While others got to relax and let their hair down – or in the case of former Hibees Leigh Griffiths and Anthony Stokes, book those long-promised hair transplants – Easter Road’s chronic under-performers had to stay behind for one more exam to see if they could avoid being put back a year.
And still they couldn’t do it. Couldn’t save themselves even with a two-nil lead from the away leg of this playoff. Two-nil – the equivalent of getting to see the test paper beforehand. The long-suffering faithful are only too well aware that Hibs are perfectly capable of cocking up from promising positions such as yesterday. But this was a new low.
Relegation is theirs. Remember when the top six was nearly theirs? Jings, remember around Christmas-time when Europe was being talked about as theirs? What a plummet this has been. In the old, old days of Edinburgh tenement life, such a plummet would have been greeted by a cry of “Gardyloo!” We got no warning yesterday, although the dread signs had been there for some weeks.
No top-flight football for Edinburgh for the first time in history. That’s really something. What should happen on 19 September? Is it too late for the capital to request the insertion of an opt-out question come the independence referendum so its citizens – those with still a vague interest in football – can devolve from the rest of Scotland into a little, fusty Premiership-less corner of embarrassment?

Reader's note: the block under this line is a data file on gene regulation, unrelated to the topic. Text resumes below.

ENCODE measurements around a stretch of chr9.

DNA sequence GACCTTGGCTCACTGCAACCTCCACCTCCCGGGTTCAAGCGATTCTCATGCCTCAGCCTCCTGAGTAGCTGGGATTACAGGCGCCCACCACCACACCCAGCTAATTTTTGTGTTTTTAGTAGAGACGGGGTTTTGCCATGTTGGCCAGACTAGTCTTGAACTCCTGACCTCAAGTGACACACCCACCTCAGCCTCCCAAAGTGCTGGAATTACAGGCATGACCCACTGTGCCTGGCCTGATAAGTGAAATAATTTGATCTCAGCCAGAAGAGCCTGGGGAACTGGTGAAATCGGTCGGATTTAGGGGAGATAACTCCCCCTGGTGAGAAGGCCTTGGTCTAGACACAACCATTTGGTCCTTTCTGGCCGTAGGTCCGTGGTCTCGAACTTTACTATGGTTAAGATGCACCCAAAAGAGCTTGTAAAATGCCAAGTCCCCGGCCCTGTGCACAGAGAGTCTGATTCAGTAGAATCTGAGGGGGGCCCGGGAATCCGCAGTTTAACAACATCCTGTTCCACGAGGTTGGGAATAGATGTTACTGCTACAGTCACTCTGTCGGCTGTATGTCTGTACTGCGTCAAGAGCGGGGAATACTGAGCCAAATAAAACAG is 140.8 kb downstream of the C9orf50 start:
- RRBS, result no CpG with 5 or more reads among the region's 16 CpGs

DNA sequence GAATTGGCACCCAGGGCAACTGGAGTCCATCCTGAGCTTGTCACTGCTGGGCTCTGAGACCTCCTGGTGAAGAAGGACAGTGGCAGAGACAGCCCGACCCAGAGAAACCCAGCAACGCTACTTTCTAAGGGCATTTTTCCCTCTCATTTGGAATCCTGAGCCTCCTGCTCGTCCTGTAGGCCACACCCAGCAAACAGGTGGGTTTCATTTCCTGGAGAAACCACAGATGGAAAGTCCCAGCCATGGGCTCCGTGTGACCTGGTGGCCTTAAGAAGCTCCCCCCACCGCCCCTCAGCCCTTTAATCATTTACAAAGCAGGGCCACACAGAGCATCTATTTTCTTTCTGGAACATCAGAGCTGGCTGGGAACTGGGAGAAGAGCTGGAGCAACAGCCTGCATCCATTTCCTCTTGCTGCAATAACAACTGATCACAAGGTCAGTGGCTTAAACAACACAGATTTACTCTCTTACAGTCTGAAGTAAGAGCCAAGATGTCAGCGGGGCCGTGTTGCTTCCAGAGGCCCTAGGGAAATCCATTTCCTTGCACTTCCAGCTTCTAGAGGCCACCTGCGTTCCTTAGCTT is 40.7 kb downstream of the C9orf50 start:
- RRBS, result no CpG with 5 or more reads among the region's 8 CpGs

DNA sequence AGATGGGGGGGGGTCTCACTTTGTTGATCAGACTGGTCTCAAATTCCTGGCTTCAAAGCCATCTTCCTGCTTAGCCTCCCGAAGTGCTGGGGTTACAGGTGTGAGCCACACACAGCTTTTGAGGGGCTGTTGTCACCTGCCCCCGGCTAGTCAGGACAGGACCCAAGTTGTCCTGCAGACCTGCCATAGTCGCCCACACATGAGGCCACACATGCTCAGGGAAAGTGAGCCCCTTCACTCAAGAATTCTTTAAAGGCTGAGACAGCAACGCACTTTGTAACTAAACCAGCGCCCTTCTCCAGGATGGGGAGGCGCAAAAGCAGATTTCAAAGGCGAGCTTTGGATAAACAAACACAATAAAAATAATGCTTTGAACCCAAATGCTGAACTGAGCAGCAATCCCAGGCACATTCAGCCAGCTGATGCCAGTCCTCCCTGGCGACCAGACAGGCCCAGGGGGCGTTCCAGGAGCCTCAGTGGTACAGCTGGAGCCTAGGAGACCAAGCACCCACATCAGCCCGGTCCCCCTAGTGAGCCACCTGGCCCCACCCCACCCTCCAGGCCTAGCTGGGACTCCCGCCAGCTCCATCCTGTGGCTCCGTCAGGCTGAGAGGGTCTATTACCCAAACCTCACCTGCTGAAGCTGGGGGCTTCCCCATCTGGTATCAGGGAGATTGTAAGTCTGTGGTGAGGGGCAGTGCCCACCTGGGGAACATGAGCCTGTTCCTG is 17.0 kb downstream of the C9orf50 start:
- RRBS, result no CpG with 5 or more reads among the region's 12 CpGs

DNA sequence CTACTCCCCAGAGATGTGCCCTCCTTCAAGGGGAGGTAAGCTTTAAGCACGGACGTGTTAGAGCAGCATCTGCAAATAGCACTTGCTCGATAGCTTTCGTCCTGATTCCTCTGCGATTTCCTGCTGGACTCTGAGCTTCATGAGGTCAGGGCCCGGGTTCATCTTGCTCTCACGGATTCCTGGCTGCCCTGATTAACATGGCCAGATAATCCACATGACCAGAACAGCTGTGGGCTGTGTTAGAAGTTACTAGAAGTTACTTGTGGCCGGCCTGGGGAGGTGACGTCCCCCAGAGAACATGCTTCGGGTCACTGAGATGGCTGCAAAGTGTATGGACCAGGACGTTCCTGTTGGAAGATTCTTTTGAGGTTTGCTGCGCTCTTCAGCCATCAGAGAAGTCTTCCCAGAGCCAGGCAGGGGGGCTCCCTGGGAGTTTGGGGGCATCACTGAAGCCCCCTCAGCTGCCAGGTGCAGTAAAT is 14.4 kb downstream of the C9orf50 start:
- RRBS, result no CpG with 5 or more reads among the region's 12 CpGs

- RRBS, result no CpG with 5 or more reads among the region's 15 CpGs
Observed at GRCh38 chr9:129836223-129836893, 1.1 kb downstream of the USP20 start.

Well, Hearts fans aren’t embarrassed about being relegated. They can – in the way supporters, bless them, always do – find ways to call 2013-14 a victory, or at least a season where hope was salvaged from the despair into which they were plunged by a man who knows a bit about submarines but not much about football. But Hibs – not the fans but the team – should be embarrassed. Truly, madly, deeply so.
Before this piece dives into mawkish Hibee solipsism, let me say that Hamilton Accies thoroughly deserved their win and their reclaimed top-flight status. They played cleverly yesterday and, crucially, they played bravely. Hibs were knicker-wettingly petrified. Without doing anything horribly wrong, they never came within a mile – no, the 26 miles of the just-run Edinburgh marathon – of doing anything right.
Late in regulation time, one moment down in the corner – Famous Five Stand and, yes, in that stirringly-named structure they’ll be watching Championship football next season, too – summed up how the game ebbed and flowed. Ebbed away from Hibs, flowed Accies’ way. Alex Harris, the young hero winger of last season, looked all set to win a corner, a throw-in at the very least. But Ziggy Gordon emerged with the ball. Refusing to panic, he actually nutmegged Harris. And another Hamilton attack was under way.
Poor Harris’s form of late has been so abject that many fans would rather he had been put out of misery and sent on his summer break early, to return next season having hopefully rediscovered the sparkle which got Hibs to last season’s Scottish Cup final. He had been dropped to the bench for this game, only to be called into action early. There then followed the sub’s worst nightmare when you are replaced yourself.